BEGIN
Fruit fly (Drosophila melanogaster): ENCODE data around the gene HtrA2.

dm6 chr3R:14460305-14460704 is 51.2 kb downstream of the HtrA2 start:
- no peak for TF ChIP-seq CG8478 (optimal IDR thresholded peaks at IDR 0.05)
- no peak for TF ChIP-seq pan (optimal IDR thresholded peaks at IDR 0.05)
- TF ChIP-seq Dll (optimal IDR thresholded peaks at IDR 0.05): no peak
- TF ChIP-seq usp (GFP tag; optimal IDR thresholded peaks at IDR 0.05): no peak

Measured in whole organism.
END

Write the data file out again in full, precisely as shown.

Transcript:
Fruit fly (Drosophila melanogaster): ENCODE data around the gene HtrA2.

dm6 chr3R:14460305-14460704 is 51.2 kb downstream of the HtrA2 start:
- no peak for TF ChIP-seq CG8478 (optimal IDR thresholded peaks at IDR 0.05)
- no peak for TF ChIP-seq pan (optimal IDR thresholded peaks at IDR 0.05)
- TF ChIP-seq Dll (optimal IDR thresholded peaks at IDR 0.05): no peak
- TF ChIP-seq usp (GFP tag; optimal IDR thresholded peaks at IDR 0.05): no peak

Measured in whole organism.